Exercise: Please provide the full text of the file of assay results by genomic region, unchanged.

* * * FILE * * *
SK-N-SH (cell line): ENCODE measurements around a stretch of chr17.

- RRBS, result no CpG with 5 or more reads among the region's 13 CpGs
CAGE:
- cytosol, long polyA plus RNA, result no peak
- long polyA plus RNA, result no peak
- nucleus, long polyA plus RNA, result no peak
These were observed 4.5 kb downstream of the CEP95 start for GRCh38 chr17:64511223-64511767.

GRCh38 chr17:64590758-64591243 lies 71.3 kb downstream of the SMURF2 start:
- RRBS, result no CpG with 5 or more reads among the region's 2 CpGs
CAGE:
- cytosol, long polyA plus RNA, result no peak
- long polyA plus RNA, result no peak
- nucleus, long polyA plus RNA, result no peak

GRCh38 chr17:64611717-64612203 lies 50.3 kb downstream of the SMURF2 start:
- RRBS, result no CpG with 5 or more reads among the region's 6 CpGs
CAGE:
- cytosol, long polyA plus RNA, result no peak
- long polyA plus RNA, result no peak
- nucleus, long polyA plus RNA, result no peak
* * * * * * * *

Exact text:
SK-N-SH (cell line): ENCODE measurements around a stretch of chr17.

- RRBS, result no CpG with 5 or more reads among the region's 13 CpGs
CAGE:
- cytosol, long polyA plus RNA, result no peak
- long polyA plus RNA, result no peak
- nucleus, long polyA plus RNA, result no peak
These were observed 4.5 kb downstream of the CEP95 start for GRCh38 chr17:64511223-64511767.

GRCh38 chr17:64590758-64591243 lies 71.3 kb downstream of the SMURF2 start:
- RRBS, result no CpG with 5 or more reads among the region's 2 CpGs
CAGE:
- cytosol, long polyA plus RNA, result no peak
- long polyA plus RNA, result no peak
- nucleus, long polyA plus RNA, result no peak

GRCh38 chr17:64611717-64612203 lies 50.3 kb downstream of the SMURF2 start:
- RRBS, result no CpG with 5 or more reads among the region's 6 CpGs
CAGE:
- cytosol, long polyA plus RNA, result no peak
- long polyA plus RNA, result no peak
- nucleus, long polyA plus RNA, result no peak